How will the GDPR affect my company?
The GDPR contains many requirements about how you collect, store, and use personal information. This means not only how you identify and secure the personal data in your systems but also how you accommodate new transparency requirements, how you detect and report personal data breaches, and how you train privacy personnel and employees.
Given how much is involved, you should not wait until the regulation takes effect to prepare. You need to begin reviewing your privacy and data management practices now. Failure to comply with the GDPR could prove costly, as companies that do not meet the requirements and obligations could face substantial fines and reputational harm.
What rights must companies enable under the GDPR?
The GDPR provides EU residents with control over their personal data through a set of “data subject rights.” This includes the right to:
- Access readily-available information in plain language about how personal data is used
- Access personal data
- Have incorrect personal data deleted or corrected
- Have personal data rectified and erased in certain circumstances (sometimes referred to as the “right to be forgotten”)
- Restrict or object to processing of personal data
- Receive a copy of personal data
- Object to processing of data for specific uses, such as marketing or profiling
How much can companies be fined for noncompliance?
Companies can be fined up to €20m or 4% of annual global turnover, whichever is greater, for failure to meet certain requirements of the GDPR. Additional individual remedies could increase your risk if you fail to adhere to the GDPR requirements.
What is personal data?
Personal data is any information relating to an identified or identifiable person. There is no distinction between a person’s private, public, or work roles. Personal data can include:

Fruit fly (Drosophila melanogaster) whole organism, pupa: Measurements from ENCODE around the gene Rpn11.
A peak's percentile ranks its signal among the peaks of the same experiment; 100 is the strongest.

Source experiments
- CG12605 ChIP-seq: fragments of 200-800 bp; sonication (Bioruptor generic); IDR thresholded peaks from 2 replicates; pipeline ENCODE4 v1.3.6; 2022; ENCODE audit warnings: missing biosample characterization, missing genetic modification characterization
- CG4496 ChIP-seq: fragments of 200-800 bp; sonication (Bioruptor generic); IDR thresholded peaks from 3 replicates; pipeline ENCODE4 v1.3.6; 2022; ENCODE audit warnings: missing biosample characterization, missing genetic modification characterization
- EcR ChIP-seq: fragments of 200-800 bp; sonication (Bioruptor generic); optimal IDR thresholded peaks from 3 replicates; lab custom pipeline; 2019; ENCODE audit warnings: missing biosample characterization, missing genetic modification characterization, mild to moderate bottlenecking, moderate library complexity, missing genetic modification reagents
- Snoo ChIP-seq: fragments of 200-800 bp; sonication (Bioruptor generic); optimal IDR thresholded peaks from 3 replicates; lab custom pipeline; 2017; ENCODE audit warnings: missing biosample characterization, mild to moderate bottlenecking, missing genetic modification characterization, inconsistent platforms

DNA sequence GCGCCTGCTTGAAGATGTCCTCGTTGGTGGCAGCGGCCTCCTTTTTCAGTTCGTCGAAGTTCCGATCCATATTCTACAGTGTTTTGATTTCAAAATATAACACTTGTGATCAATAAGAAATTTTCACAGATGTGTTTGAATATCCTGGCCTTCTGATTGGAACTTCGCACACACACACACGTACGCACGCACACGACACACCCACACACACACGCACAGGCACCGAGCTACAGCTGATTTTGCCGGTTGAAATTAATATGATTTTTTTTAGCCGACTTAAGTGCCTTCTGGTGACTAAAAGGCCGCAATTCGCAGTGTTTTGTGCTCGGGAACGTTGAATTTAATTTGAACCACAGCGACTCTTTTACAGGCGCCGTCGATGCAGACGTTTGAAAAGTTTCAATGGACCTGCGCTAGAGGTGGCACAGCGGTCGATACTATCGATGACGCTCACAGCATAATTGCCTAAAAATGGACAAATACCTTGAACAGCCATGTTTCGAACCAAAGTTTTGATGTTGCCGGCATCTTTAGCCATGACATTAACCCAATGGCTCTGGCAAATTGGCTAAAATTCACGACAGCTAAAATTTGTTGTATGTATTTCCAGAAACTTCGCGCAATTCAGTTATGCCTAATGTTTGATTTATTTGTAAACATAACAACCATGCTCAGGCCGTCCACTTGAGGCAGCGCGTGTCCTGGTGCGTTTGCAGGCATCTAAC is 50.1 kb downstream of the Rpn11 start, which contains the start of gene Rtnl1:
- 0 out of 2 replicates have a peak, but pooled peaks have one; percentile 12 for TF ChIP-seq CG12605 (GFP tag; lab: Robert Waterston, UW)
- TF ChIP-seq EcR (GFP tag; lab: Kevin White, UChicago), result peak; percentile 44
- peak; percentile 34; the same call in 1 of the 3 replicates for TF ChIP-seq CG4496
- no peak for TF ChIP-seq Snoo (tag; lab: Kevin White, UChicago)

- Email address
- Social media posts
- Physical, physiological, or genetic information
- Medical information
- Bank details
- IP address
- Cultural identity
Does the GDPR apply to both data processors and data controllers?
Yes, the GDPR applies to both data controllers and processors. A data controller is in charge of the data; a data processor processes the data for the controller. Controllers must only use processors that take measures to meet the requirements of the GDPR. A controller determines why and how to process personal data while the processor performs operations on personal data on behalf of the controller.
Under the GDPR, processors face additional duties and liability for noncompliance, or acting outside of instructions provided by the controller. Compliant processor duties include:
- Processing data only as instructed
- Using appropriate technical and organisational measures to process personal data
- Deleting or returning data to the controller
- Securing permission to engage other processors
Does my business need to appoint a Data Protection Officer (DPO)?
It depends on several factors identified within the regulation. If your company must appoint a Data Protection Officer (DPO), the DPO is responsible for informing employees of their compliance obligations as well as conducting the monitoring, training, and audits required by the GDPR.
How does the GDPR change an organisation’s response to personal data breaches?
The GDPR will change data protection requirements and employ stricter obligations for data processors and data controllers regarding notice of personal data breaches that result in a risk to individual rights and freedoms. Under the new regulation, the data processor must notify the data controller of any such personal data breach after having become aware of it without undue delay. Once aware of a breach, the data controller must notify the relevant data protection authority within 72 hours. If the breach is likely to result in a high risk to the rights and freedoms of individuals, controllers will also need to notify impacted individuals without undue delay.
Does the GDPR deal with encryption?
Encryption is identified in the GDPR as a protective measure that renders personal data unintelligible when it is affected by a breach. Therefore, whether or not encryption is used may impact requirements for notification of a personal data breach. The GDPR also points to encryption as an appropriate technical or organisational measure in some cases, depending on the risk. Encryption is also a requirement through the Payment Card Industry Data Security Standard and part of the strict compliance guidelines specific to the financial services industry.
How much will it cost to meet compliance with the GDPR?
Meeting compliance with the GDPR will cost time and money for most organisations, though it may be a smoother transition for those who are operating in a well-architected cloud services model and have an effective data governance program in place.
Where can I learn more about the GDPR?
To learn more about the GDPR, please visit EU GDPR page.
To learn more about how Microsoft products and services can help you prepare to comply with the GDPR, please see How their products help you meet GDPR requirements.